Unicycles on Telephone Wires

Unicycles on Telephone Wires“What’s it like, being on the road all the time?” she asked, pretty lips and sparkling eyes making a truthful reply all the more difficult.

“You know what it’s like being a counselor at this camp, right?”


“Imagine that 100 campers show up like they usually do, and you have to get to know them. Then two days later when you wake up, you don’t recognize your surroundings, and a whole different set of campers shows up for you to meet and learn their names. Plus, you have to pack up all your stuff in the morning, carry it to a van and then unload it at night every day before you sleep.”

The brightness in her eyes dimmed back to human levels. I hadn’t even told her about being strapped in a chair for at least 4 hours every day, relational clashes with your touring partner, and how road boredom sucks the desire to create right out of your chest. Her name stayed in my head for at least a year before submerging beneath the constant waves of people I meet and places I see. They’re all beautiful.

Less than 5% of my life as a full-time writer and performer actually involves writing and performing. About half of it has been spent dealing with other people’s cats in spare bedrooms and sitting long hours staring out a van window. If you don’t have a plan for your time inbetween performances, books, or exhibits, you’ll give up too soon. I’ve never seen musicians, writers, or artists fail for lack of talent. Successful life on the road means staying focused when you don’t feel like it, getting rest because you need it and accepting nearly everything that’s dealt to you with a smile. I say nearly everything—because cats rarely make me smile.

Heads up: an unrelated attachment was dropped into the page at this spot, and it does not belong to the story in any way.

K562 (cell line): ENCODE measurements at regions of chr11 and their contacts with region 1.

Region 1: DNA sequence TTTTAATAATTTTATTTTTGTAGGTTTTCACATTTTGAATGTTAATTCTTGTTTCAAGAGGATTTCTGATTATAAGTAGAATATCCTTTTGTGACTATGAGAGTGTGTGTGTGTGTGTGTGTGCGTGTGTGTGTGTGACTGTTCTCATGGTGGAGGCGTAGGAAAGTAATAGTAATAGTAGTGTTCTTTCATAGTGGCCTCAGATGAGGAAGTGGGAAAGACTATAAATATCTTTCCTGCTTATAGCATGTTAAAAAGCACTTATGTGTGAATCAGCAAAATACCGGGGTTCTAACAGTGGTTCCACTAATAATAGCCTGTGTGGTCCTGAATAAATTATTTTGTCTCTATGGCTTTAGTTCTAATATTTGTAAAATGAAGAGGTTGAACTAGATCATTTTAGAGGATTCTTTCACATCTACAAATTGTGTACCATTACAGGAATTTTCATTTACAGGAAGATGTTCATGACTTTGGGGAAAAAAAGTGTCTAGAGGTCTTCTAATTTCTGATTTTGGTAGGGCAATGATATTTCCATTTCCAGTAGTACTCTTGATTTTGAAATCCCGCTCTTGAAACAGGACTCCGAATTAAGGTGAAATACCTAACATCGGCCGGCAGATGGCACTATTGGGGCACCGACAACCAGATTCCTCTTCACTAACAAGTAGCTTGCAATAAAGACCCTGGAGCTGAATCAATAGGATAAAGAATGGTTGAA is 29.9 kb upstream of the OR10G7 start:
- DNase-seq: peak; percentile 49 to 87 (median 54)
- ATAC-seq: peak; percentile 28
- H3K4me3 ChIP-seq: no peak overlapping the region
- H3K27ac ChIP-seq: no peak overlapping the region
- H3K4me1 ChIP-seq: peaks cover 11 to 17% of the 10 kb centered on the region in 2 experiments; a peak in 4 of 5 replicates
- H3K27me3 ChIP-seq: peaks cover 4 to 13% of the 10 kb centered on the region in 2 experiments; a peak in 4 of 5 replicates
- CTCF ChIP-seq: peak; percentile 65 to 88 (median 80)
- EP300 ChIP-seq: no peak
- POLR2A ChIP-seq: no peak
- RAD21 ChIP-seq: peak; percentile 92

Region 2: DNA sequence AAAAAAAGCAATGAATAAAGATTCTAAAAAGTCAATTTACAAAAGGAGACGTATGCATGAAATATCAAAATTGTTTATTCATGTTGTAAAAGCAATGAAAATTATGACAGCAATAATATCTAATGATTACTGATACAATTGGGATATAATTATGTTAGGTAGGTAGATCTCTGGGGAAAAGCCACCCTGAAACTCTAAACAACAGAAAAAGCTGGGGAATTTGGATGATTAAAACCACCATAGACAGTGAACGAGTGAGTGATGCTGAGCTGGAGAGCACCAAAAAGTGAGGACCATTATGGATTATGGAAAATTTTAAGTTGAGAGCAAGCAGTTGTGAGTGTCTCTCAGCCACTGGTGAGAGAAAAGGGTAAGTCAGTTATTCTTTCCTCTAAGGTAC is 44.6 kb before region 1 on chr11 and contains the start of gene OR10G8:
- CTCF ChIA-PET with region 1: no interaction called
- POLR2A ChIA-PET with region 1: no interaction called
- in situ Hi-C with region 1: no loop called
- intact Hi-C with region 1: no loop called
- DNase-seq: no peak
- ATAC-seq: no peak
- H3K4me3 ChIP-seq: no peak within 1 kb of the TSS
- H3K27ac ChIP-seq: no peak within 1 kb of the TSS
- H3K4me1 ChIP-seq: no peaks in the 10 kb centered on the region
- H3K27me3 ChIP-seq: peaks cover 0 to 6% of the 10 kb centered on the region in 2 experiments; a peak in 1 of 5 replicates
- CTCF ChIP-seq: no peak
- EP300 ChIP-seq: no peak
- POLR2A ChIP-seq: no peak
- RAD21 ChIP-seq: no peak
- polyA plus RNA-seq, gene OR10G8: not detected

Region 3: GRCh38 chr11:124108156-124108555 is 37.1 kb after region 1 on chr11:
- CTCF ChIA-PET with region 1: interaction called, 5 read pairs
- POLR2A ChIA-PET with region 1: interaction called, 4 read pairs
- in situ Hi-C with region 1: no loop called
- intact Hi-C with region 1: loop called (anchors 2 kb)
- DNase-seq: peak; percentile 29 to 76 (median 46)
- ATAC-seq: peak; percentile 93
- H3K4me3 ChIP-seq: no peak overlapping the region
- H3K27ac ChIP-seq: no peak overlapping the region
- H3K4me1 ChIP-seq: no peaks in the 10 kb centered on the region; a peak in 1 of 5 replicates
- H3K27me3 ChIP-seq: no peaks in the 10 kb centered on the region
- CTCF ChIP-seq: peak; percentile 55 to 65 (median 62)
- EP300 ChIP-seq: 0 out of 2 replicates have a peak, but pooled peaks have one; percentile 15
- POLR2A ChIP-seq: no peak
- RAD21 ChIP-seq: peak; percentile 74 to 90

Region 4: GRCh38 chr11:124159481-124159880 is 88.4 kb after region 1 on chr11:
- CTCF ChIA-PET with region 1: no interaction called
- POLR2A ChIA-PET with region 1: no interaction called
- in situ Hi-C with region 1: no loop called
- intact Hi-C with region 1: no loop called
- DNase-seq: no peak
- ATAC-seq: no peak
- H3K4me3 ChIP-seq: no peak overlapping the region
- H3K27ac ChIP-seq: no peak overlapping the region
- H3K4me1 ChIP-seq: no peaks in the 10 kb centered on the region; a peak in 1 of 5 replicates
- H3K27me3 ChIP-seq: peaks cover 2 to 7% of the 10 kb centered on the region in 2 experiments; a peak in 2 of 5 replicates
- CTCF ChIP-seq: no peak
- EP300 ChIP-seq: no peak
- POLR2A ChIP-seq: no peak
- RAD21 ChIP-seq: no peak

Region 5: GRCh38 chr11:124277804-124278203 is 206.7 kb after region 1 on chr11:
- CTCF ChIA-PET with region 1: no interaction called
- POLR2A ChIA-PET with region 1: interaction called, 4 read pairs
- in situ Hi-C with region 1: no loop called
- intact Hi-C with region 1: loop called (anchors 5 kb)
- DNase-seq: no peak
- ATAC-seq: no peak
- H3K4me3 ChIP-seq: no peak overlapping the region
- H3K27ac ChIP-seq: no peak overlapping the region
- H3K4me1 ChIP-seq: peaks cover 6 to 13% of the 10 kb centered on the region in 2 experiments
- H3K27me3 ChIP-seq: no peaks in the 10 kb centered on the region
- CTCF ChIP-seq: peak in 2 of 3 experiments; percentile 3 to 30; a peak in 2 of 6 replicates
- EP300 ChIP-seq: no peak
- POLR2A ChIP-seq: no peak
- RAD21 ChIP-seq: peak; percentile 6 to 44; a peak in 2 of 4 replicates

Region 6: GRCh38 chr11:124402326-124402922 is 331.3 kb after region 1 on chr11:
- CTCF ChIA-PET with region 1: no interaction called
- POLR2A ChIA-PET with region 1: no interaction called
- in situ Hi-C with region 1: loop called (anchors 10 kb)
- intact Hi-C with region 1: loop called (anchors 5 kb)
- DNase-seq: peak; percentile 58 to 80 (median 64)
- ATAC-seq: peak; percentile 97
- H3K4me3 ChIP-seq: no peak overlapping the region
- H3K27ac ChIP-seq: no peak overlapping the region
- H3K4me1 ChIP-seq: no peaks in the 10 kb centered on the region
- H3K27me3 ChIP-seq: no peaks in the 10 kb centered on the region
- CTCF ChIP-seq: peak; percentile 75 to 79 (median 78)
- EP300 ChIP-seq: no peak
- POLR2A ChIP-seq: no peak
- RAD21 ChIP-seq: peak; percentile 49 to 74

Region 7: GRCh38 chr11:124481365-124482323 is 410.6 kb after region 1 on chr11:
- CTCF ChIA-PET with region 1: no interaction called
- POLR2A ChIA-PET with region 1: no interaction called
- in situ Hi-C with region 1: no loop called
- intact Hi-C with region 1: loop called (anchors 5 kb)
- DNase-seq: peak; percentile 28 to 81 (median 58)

One of my biggest weaknesses is my need for people. Superman may need a fortress of solitude or his own room at the Sheraton, but I need community. I very rarely look forward to time alone with myself. A hotel room with a single bed says “jail cell of loneliness” to my brain. Even before I discovered writing, art, and all the other things that my analytical brain tried to keep quiet, I still craved time with people. When I started traveling, that weakness turned to strength.

People’s homes have formed my fortress of community. I’ve got families all around the world whose kids yell my name and attack me when I walk in the door. Moms have cooked Paul and me scrumptious feasts and sent us away carrying cookies and brownies. College students have traded dorm beds and used their meal passes to fill our bellies. Dads have helped fix Paul’s van and given us insider tips on the best local spots to hang out. We’ve never had to pay for hotel rooms, and we’ve shared more of our writing and music than we ever could have on stage.

“But don’t you get tired and need a break from being “on” in front of people?” Shaun, the headline act that night, asked. The few Calvin College students who had gathered for the “Behind the Music” Q&A session turned expectant eyes to me.

“Of course I get tired, but people understand that. I just ask them if I can go take a nap. Besides, when you’re being real with people, and you’re tired, they help you out. Isn’t that where the real art happens anyway?”